The Training Page

Career Advice from NIH Scientist Serena Dudek

This past November, I had the opportunity to take part in the annual Society for Neuroscience (SfN) conference, held in Washington, D.C. Attended by roughly 30,000 scientists, the conference offered nothing short of a neuroscience amusement park. The weekend was jam-packed with hundreds of symposia, workshops, posters, and lectures. My joy at reuniting with old colleagues paralleled only my excitement at the debut of the newest advancements in research.

As a first-year postbac Intramural Research Training Award recipient not presenting any research, I could enjoy the conference at my own pace. I kicked off the weekend at a preconference Vision Workshop hosted by the National Eye Institute. I also attended a press conference on neuroprosthetics, a symposium on object and facial recognition, a press conference presented by several NIH institute directors, a roundtable discussion on neuroimaging biomarkers for mental illness, and poster sessions. My favorite was a career-development talk given by NIH senior investigator Serena Dudek (National Institute of Environmental Health Sciences, NIEHS).

Although Dudek’s session took place at 8:00 a.m., 40 people gathered for her talk to hear about her career journey and the lessons she learned along the way.

Serena Dudek in her lab, next to a big microscope

PHOTO BY STEVEN R. MCCAW, NIEHS

NIEHS senior investigator Serena Dudek shared career advice with people who attended the annual Society for Neuroscience conference in Washington, D.C., in November 2017.

In the early 1980s, as an undergraduate at the University of California at Irvine (Irvine, California), Dr. Dudek was a research assistant in the lab of neuroscientist Gary Lynch. This work taught her the value of studying problems at multiple levels. For her Ph.D. in neuroscience at Brown University (Providence, Rhode Island), she worked with Mark Bear on long-term synaptic depression in the hippocampus. There, she learned the lessons of strength and persistence. She emphasized that being strong and persistent is not the same as never giving up.

“You need to know when to change your strategy,” she explained. “But if something looks like it might be working—stay strong!”

During her first postdoctoral fellowship in neurobiology at the University of Alabama at Birmingham (Birmingham, Alabama), Dr. Dudek learned not to spread herself too thin. She found that when she was too stressed, she simply couldn’t engage in creative problem solving. In 1996, she came to the NIH for a second postdoc and worked with Richard D. Fields in the Laboratory of Cellular and Synaptic Neurophysiology (National Institute of Child Health and Human Development). During that time, Dr. Dudek struggled with repeated failures and obstacles in her research. Such difficulties, she said, weigh especially hard on postdocs. But, she reminded the audience, when things are going well, you need to work as hard as you can.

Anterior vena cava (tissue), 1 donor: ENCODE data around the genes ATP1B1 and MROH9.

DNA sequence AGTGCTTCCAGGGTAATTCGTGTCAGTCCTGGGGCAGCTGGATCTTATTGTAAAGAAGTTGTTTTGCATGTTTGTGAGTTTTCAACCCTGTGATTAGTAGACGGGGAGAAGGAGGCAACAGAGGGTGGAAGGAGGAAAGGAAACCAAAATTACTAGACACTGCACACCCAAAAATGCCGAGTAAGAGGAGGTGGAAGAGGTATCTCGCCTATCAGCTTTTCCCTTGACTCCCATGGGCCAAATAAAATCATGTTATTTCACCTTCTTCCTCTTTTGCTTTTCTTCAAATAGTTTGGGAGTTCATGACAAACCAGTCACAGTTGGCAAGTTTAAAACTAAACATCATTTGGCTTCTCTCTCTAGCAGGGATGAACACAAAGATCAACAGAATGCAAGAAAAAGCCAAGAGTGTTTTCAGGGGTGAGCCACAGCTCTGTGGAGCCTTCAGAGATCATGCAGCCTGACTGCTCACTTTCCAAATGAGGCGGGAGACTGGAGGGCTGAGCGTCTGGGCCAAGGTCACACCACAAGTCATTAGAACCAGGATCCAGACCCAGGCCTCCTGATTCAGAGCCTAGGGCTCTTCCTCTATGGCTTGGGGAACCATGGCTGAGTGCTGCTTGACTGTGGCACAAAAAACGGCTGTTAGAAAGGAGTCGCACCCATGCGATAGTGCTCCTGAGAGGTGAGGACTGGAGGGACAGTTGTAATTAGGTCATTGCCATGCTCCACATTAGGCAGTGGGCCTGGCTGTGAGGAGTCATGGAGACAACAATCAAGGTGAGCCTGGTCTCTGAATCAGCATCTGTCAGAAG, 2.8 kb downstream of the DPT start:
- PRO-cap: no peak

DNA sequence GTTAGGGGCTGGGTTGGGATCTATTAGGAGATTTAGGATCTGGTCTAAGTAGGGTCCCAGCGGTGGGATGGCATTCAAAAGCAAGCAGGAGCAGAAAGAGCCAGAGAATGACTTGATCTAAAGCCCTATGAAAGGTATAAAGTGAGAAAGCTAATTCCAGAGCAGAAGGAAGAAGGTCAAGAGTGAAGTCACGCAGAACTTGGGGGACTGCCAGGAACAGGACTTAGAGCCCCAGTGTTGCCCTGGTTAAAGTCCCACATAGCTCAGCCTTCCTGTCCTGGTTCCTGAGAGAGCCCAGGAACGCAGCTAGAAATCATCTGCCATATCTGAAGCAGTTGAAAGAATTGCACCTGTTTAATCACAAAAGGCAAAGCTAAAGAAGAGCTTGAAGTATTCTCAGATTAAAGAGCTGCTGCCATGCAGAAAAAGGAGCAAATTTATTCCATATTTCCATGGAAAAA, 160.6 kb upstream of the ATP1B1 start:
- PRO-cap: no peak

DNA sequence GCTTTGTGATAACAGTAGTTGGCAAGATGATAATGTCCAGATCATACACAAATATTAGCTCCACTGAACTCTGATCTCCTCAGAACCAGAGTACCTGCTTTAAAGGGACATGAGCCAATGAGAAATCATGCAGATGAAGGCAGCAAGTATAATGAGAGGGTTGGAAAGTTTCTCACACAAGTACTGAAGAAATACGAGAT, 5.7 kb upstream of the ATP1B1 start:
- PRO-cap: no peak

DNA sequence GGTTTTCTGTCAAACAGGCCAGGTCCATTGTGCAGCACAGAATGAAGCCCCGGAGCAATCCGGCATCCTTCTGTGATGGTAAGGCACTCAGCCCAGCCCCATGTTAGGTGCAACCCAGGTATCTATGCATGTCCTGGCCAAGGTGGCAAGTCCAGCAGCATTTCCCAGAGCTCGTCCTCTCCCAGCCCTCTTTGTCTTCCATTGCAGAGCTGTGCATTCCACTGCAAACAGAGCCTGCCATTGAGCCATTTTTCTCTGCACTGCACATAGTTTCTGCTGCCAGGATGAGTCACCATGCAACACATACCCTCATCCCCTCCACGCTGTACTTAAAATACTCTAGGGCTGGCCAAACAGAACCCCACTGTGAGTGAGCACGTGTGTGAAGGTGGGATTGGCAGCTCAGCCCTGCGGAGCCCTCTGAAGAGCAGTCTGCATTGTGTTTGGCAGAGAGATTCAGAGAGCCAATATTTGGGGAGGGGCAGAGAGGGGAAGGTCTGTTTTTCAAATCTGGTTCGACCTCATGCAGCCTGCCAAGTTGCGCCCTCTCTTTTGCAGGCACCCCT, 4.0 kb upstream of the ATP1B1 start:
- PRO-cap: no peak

“When you have a good thing going, just collect the data and go for it!” she said. “You never know when things will stop working.” She also recommended that, to maintain a healthy state of mind, we should always have a side project that we know will work. We can turn to it when our main project isn’t doing so well.

In 2001, Dr. Dudek was appointed a tenure-track investigator in NIEHS. One of the first lessons she learned there was that good ideas can emerge anytime, often when you least expect them. For that reason, she recommended never missing departmental seminars.

An even more valuable lesson she shared was that when it comes to mysterious problems in the lab, sometimes it is something as simple as the quality of the water—you may need to have the water system fixed. Or the problem could be the “black stuff in the rig” (so don’t be afraid to use bleach to get rid of it); or the oxygen; or drifting baselines that act as bad manipulators. She opined that women, especially, tend to blame themselves when things go wrong. Unless all other options have been ruled out, she said, do not blame yourself.

Dr. Dudek also said that there was no substitute for practice and that we must track our own progress. She confessed that although she was an expert now, it took hundreds of repetitions before she could perfect the techniques used to record neural activity in brain slices. If it takes years to become a skillful tennis player, she asked, why would it take less time to master a complicated technical skill?

Hearing Dr. Dudek recount her career journey and the often humorous lessons she learned along the way was such a pleasure. Her zeal for science inspired me as a young trainee, and her sage advice will surely stick with me as I continue my studies.